Cigna, Aetna Ranked Highest, Medicaid Plans Lowest in 2006


In 2006, Cigna Healthcare moved from fifth place to top ranking among national payers, and Aetna moved from fourth place to second, according to the second annual assessment of overall payment performance conducted by one of the nation's largest physician revenue management companies.

Not surprisingly, state Medicaid programs ranked near the bottom.

The performance rankings were compiled for the second year in a row by AthenaHealth, a Watertown, Mass.-based company that collects about $2 billion a year for medical providers.

AthenaHealth used claims data from 8,000 providers, representing 28 million “charge lines,” or line items. The medical services were billed in 33 states. The ranking included national payers that had at least 120,000 charge lines and regional payers with at least 20,000 charge lines.

In 2005, Humana was the top-ranked payer, followed by Medicare. A year later, Medicare held the third position, while Humana dropped to fourth. Rounding out the top eight national payers were UnitedHealth Group, WellPoint, Coventry Health Care, and CHAMPUS/Tricare.

According to AthenaHealth, there were several trends observed from year to year. In 2006, days in accounts receivable (DAR) dropped by 5%, from 36.2 days to 34.4 days. Blue Cross & Blue Shield of Rhode Island had the lowest DAR at 16.8 days. New York's Medicaid plan had the highest, at 111 days.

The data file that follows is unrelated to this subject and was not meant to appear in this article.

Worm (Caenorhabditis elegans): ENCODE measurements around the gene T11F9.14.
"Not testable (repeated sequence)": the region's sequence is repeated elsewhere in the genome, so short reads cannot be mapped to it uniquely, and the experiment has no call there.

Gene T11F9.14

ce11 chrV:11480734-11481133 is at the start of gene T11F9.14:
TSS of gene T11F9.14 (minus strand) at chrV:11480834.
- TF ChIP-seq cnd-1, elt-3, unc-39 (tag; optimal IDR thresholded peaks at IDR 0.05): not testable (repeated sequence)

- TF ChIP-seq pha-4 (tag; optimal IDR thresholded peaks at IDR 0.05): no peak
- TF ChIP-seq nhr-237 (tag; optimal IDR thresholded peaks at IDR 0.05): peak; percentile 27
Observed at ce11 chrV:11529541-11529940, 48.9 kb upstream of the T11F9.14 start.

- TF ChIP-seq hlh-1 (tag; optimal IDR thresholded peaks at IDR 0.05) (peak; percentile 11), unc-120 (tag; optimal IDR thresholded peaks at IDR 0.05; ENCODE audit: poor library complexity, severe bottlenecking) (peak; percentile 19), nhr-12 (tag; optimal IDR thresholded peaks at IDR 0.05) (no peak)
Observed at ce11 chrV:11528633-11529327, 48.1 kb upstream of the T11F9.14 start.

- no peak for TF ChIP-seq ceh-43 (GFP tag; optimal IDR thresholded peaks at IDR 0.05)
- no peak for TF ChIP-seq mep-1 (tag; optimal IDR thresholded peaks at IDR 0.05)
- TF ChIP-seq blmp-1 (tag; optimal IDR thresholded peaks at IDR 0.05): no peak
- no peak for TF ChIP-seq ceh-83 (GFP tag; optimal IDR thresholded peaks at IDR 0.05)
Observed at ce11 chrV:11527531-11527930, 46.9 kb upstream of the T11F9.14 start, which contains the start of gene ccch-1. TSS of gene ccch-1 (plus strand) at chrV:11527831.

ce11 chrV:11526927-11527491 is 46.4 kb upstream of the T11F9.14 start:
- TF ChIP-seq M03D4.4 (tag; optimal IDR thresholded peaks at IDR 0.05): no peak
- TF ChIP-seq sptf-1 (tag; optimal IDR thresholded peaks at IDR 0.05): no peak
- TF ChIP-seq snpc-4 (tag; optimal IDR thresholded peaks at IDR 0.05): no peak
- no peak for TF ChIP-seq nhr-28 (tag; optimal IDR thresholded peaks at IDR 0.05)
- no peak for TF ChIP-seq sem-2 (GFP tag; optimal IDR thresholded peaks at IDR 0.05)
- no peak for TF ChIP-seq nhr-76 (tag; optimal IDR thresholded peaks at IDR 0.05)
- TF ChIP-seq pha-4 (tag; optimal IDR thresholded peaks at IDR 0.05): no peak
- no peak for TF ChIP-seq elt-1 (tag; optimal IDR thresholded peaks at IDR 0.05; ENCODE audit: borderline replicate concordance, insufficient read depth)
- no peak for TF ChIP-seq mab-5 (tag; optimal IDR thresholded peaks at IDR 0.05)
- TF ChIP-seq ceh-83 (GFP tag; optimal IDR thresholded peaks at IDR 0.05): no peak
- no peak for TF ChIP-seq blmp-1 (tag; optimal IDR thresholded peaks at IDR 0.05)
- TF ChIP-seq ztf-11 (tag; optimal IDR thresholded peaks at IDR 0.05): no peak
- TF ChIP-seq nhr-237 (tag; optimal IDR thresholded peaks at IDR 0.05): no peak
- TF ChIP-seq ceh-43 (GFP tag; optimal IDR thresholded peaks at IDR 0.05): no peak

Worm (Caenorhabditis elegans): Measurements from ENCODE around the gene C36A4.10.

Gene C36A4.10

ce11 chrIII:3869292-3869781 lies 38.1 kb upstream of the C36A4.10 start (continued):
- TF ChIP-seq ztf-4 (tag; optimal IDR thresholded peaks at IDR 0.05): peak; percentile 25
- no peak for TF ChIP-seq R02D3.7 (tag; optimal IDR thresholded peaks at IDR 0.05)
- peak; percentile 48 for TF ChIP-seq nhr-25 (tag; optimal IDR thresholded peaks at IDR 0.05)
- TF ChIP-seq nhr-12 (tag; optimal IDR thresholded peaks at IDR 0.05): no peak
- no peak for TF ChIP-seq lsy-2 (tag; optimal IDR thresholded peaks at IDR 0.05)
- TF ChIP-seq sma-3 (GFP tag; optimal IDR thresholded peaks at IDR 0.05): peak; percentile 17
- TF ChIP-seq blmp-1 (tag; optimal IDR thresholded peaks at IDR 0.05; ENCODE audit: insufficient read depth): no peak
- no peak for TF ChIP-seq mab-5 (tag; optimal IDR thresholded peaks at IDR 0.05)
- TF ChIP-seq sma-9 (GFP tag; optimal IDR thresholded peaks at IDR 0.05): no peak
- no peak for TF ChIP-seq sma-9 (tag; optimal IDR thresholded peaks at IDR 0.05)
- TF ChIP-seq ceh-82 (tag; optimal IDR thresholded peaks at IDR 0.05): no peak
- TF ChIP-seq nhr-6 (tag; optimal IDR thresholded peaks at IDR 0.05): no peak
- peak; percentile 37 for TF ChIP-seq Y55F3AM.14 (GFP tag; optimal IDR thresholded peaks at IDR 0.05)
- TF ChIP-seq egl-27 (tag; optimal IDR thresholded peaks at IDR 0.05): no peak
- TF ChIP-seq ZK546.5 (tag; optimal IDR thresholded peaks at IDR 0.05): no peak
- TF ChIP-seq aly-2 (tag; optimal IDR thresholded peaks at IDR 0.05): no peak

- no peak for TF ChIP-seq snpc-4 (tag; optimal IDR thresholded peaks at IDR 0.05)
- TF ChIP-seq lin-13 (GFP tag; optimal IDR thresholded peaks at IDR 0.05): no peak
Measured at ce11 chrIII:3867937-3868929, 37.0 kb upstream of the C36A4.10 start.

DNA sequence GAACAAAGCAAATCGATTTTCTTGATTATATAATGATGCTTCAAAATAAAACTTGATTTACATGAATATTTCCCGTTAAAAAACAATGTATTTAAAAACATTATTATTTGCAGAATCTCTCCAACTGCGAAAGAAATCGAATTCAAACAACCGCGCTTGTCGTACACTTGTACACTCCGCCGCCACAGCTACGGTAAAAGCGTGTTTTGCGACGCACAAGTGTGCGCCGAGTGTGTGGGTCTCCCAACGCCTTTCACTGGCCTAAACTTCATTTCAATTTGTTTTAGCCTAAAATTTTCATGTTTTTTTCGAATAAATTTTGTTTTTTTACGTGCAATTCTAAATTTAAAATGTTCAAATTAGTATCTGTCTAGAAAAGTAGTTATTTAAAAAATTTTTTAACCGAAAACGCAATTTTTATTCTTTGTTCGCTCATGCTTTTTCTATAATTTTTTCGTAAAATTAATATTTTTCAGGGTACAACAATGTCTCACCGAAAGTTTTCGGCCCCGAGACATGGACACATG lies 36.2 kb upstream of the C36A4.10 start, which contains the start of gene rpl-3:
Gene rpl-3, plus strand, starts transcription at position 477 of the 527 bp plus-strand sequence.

Payers are also asking patients to pay more up front, which places a greater collections burden on physicians. Last year, there was a 19% increase in the amount of billed charges transferred to patients, according to AthenaHealth.

The overall ranking was based on how often claims were resolved on the first pass, the denial rate, denial transparency, percentage noncompliance with national coding standards, and percentage of claims requiring medical documentation.

Denial rates ranged from a low of 4% at Cigna's southern plan to a high of 48% at Louisiana's Medicaid program. The Medicaid programs were laggards on all performance measures. The Illinois Medicaid program paid medical claims on the first attempt only about 30% of the time, and was the second slowest payer overall, with an average 103 days to pay a claim. In Texas, physicians resubmitted denied claims at least twice 47% of the time, according to AthenaHealth.

“We are seeing disturbing administrative process breakdowns with some state Medicaid plans that are resulting in a growing number of physicians no longer accepting new Medicaid patients, said Jonathan Bush, chairman and CEO of AthenaHealth.

The company said that some states have experimented with managed care as a solution to Medicaid's administrative difficulties. But in Georgia, that may have backfired. A year after patients were moved into managed care, the Medical Association of Georgia “has had to troubleshoot more than 500 complaints from physicians, most of which should have been eliminated by the Care Management Organizations shortly after the start-up,” said Dr. S. William Clark, III.

The rankings are posted at

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